Researchers Identify New Bacterial Suspects Behind Dental Caries

Dentistry Today


Streptococcus mutans typically gets the blame for producing most tooth decay. Using next-generation DNA sequencing, however, researchers at Okayama University have identified other members of the oral microbiome that may be responsible for dental caries.

Student volunteers at the university received an oral examination and answered a survey about their dental health at the beginning of the study and during a follow-up three years later, providing data about which students had significantly increased dental caries and who didn’t.

The researchers then divided the students into two groups during the follow-up and collected saliva samples of randomly selected students from these groups to analyze via next-generation DNA sequencing to obtain microbial profiles.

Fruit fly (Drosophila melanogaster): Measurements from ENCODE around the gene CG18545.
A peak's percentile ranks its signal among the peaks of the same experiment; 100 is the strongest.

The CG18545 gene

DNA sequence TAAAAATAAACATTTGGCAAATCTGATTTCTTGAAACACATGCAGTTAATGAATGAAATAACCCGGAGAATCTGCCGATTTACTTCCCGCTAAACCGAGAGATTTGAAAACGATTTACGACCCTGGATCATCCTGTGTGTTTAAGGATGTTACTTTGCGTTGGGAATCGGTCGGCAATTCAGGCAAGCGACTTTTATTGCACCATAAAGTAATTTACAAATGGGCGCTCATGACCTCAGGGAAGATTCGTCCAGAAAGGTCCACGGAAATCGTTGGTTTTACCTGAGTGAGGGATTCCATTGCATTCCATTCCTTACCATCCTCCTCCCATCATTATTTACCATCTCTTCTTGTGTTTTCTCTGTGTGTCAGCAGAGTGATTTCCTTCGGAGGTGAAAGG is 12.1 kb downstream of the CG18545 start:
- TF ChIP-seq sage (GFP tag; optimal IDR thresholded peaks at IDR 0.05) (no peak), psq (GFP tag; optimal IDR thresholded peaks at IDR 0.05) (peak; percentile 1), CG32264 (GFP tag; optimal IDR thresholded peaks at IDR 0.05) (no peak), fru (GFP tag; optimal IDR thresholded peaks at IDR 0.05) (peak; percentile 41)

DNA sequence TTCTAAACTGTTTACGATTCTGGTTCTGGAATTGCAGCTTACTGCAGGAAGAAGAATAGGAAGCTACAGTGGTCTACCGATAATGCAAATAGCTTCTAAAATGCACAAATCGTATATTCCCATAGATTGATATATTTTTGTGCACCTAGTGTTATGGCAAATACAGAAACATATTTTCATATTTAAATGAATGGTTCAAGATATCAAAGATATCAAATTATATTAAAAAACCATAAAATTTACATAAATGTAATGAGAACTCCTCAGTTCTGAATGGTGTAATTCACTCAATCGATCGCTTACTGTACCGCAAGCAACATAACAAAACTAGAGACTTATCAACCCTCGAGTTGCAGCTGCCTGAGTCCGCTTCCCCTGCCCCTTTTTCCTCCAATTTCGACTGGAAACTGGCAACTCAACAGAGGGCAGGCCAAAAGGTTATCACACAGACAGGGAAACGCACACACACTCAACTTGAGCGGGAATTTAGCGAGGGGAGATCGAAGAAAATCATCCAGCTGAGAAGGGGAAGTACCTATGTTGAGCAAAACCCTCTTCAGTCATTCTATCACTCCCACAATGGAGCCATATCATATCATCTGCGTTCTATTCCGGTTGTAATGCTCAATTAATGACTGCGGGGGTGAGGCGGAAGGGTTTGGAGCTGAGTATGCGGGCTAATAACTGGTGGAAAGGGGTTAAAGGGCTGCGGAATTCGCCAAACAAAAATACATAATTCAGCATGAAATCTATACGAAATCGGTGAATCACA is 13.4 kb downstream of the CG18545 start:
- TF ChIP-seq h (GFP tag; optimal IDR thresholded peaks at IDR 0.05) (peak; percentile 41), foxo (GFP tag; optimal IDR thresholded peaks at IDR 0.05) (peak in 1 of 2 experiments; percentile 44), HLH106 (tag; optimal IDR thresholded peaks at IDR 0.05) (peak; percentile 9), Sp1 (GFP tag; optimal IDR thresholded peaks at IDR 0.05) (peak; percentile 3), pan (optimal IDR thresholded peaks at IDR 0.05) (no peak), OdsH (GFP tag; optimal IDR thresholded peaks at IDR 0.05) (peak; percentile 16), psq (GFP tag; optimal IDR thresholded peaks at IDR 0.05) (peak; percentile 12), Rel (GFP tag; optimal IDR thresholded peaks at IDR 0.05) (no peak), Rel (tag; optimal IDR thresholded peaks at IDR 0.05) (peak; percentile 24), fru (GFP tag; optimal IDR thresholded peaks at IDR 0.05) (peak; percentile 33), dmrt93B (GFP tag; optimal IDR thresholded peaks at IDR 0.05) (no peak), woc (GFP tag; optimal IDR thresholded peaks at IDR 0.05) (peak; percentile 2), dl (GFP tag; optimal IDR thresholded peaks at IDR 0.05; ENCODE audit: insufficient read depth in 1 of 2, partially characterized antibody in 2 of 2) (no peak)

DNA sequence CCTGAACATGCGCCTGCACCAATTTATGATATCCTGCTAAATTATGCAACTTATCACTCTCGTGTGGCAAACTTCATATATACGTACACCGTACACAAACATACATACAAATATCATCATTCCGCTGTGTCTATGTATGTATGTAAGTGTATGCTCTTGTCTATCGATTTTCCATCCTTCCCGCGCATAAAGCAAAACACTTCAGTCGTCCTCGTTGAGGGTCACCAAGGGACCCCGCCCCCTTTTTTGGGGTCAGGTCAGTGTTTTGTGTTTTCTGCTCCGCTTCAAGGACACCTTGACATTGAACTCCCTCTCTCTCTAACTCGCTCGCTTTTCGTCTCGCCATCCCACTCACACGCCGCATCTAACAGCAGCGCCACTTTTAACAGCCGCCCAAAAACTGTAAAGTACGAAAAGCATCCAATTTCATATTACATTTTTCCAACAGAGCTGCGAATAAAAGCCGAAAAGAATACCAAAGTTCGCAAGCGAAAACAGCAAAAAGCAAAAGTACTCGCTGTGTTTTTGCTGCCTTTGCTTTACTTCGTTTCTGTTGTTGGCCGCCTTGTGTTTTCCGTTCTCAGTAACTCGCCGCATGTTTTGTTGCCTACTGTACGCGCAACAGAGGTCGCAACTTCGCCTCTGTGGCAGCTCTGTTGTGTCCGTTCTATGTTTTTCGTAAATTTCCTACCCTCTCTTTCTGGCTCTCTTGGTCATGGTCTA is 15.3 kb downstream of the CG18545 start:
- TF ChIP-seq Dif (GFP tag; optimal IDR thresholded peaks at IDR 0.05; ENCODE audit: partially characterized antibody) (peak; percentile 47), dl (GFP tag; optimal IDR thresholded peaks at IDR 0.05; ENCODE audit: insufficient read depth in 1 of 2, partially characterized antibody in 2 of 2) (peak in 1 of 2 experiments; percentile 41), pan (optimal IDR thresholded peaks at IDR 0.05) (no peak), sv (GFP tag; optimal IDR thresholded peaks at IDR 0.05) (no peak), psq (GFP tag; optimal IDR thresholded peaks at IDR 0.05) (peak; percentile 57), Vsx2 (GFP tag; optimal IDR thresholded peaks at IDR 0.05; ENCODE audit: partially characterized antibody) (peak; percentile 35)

Both groups had very similar oral microbial diversities. But the abundance of the Prevotellaceae and Veillonellaceae bacterial families and Alloprevotella and Dialister genera were greater in the first group than in the second.

These two families are known to comprise species that produce acid as well. This finding, the researchers said, suggests new prevention possibilities for dental caries that do not focus on keeping S mutans populations in check.

In fact, the researchers said, both groups had low levels of S mutans. The results underscore the need to update current knowledge about the oral microbiome and its role in the development of dental caries, they added. However, there were limitations in the study’s applicability.

“Among other things, all our participants were from Okayama University, so our results may not be generalizable to the wider population,” said Dr. Yoko Uchida-Fukuhara, leader of the study, who was nevertheless hopeful about the results.

“For many years, our group has been conducting population studies to reduce oral diseases. We believe that the results of this new study will help us develop novel strategies to prevent dental caries, and our students will achieve greater life satisfaction because of better teeth and oral health,” she said.

The study, “Caries Increment and Salivary Microbiome During University Life: A Prospective Cohort Study,” was published by The International Journal of Environmental Research and Public Health.

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